Miriam -- Inkshedding: History as context
I was a beginning graduate student and was there because my advisor, an established Inkshedder, thought I would enjoy it. In those days I didn't have a perspective or a vision or a paradigm or a theoretical framework about writing or the teaching of writing. I didn't even know those were things to have let alone things to reach for. These people asked questions -- questioned the status quo constantly. -- Pat Sadowy
If Inkshed has survived 20+ years - there must be a great merit/worth -- I am just beginning to discover --
Maybe we need to concentrate on the power that the act of writing has -- to focus thought, to energize, to marshall arguments, to channel currents of thought, to express beliefs with hopes for understanding. Maybe we need to remember the charged energy that fills a room when everyone writes simultaneously and when everyone waits together and wonders, like Stevie Smith, "What will she write? Will it be good?" -- Laura
The idea that "vulnerability builds community" resonates with me. I'm going to work with this idea in my teaching -- reading and language arts courses. It seems to me that if everyone feels equally vulnerable and "at-risk" perhaps a stronger learning community is created.
Ideally, yes. In a classroom, no matter what, the students are always going to feel more vulnerable and "at risk" with the teacher. Within that inherent power inequity though, we can try to encourage students to trust each other.
What is more important is our AGREEMENTS and our senses of caring. For many of us there is a history -- sort of like a family. New "in-laws" came into the family -- divorces happen but the family continues. Part of what makes us strong is our diversity. -- Stan
Is it the act of inkshedding that scares people away? Is there still a perception that the Inkshed family is a closed one?
Even in inkshedding, though, I try to write as well as I can. I am performing, either way, even when I write for myself (which I never do, really for my pseudonymous journal, such as it is, is a blog that friends can also read and comment on). -- Amanda
I was wondering about the Inkshed community and its viability -- if the practice of inkshedding serves the purpose of developing and sustaining this community of Inkshedders, is it perhaps on the wane? If Inkshedders themselves do not use it in their own classrooms, and if the number of Inkshed members is dwindling, is it perhaps time for Inkshedding to give way to other types of community-building practices?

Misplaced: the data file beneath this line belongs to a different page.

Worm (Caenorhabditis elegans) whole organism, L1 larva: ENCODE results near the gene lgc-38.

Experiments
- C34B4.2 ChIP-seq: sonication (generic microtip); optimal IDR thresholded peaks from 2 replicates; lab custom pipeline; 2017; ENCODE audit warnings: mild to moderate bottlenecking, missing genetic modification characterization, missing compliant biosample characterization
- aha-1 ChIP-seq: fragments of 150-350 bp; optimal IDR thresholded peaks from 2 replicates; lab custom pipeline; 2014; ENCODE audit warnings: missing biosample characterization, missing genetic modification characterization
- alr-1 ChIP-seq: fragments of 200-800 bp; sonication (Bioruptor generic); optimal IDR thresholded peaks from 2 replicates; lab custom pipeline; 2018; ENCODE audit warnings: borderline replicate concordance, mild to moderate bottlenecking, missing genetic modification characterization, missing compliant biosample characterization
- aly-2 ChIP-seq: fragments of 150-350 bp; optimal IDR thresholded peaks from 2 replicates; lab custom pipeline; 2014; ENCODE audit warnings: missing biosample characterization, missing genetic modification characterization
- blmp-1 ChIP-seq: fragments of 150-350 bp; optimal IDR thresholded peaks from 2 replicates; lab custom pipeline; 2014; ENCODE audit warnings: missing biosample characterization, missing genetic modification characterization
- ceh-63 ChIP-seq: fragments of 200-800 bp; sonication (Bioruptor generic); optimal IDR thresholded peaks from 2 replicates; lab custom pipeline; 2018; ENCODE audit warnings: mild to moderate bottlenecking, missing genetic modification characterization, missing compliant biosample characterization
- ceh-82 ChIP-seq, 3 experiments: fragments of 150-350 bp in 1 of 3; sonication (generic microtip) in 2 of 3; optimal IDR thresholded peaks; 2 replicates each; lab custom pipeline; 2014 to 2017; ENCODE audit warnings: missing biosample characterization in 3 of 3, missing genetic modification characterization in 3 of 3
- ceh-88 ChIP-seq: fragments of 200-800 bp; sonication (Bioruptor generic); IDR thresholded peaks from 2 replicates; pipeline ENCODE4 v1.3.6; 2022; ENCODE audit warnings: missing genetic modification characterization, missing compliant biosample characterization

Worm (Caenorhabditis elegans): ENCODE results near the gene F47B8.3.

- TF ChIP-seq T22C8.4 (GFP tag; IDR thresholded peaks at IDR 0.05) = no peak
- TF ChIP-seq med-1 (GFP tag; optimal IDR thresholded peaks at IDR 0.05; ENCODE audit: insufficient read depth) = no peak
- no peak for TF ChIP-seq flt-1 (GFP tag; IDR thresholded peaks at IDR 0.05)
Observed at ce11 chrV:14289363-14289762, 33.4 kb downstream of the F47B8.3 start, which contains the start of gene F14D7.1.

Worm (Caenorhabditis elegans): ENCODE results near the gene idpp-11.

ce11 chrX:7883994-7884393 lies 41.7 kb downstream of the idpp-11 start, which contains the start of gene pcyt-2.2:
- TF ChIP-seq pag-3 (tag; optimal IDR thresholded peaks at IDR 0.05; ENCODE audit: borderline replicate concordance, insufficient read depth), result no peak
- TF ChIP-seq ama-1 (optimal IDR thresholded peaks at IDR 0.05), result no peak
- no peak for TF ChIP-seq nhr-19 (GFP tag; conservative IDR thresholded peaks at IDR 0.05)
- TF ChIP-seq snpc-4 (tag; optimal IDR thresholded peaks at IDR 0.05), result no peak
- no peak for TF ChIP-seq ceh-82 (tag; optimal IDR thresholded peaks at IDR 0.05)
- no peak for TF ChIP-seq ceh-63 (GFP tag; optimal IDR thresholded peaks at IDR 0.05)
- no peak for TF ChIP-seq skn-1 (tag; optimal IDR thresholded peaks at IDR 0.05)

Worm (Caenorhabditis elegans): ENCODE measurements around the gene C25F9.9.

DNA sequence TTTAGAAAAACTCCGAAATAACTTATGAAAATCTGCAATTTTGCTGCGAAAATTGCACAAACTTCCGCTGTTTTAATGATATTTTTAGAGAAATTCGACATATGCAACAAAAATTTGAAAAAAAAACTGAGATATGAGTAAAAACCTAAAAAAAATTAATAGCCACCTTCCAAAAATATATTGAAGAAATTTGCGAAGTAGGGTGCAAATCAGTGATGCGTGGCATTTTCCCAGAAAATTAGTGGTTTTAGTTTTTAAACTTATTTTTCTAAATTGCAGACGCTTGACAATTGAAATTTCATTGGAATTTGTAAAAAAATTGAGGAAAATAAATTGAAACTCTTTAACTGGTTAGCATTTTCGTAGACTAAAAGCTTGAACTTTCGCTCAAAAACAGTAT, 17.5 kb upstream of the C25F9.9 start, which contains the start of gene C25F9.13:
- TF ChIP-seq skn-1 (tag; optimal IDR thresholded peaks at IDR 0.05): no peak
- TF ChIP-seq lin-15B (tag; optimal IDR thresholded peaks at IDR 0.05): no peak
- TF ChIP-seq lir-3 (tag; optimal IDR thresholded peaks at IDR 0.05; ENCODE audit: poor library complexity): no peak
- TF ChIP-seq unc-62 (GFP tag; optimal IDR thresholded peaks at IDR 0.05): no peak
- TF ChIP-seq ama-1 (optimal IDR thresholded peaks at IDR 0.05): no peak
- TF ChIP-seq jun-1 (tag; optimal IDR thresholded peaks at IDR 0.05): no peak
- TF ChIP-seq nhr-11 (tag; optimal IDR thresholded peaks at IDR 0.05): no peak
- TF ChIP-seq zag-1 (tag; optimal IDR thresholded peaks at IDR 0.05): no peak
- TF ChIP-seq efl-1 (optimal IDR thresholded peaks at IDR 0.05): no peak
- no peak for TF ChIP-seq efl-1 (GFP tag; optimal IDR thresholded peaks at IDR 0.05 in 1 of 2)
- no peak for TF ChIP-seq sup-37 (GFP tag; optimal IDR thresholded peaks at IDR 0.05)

I have grabbed hold of the idea that inkshedding is email before there was email, and I'll let that be my guide.
None the less, trashing sounds like a pervasive weed that still manages to creep into the writing feedback. My hope is that such "weeds" -- the trashing -- don't choke out the healthy plants -- the productive, helpful responses that can be used to build up rather than cut down the presenters.
Most important, students learned to "listen" to each other's writing. Perhaps this is what happens at the conference and makes it so attractive: one knows that she/he will be heard and responded to (a response is guaranteed). I think the nature of the activity prompts the respondents to write what they think rather than to write just to do something that is required of them.
The comparison and contrast of what we do to students in class as learners -- to what we do to each other as collaborative learners, forces an issue of understanding our purpose for the inkshedding act. Let me say this -- the act of inkshedding at least, the very least, is a commitment to our craft and one of the spaces where we enact it. -- Miriam
It occurred to me that that was what she was doing. It was excellent -- she enacted the process -- she edited and made sense of others' responses -- I think if she did this electronically it would be called a "mash up". -- Roger
First, you mentioned that few, if any, of us use inkshedding in our classrooms, with our students: how do you know this? Is this something that has been tried but discarded? How much is related to the pressures that we face in classroom teaching? This is truly a weird and astounding thing: that we engage in this process yearly as a kind of ritual (welcomed or not), and have some kind of passionate commitment to it, but do not promote it to students. I think what they experienced was a pleasure in revealing various vulnerability or uncertainties about their process, and then finding out they were not alone and that others were experiencing similar vulnerabilities. -- Patricia
When we think about it, mostly (that is, when we thought about writing), our assumptions involve display text which is assessed, not dialogue. My aim, anyway, was to challenge and disrupt that set of assumptions. I'm wondering (as I write, in fact) whether and to what extent this is a function of the radical transformation in our assumptions about text that has come with email, internet, disk, blogs, etc. This is not the world in which writing with immediate social intent and impact was unheard of. Inkshedding has been totally transformed by its context. Context is indeed everything. -- Russ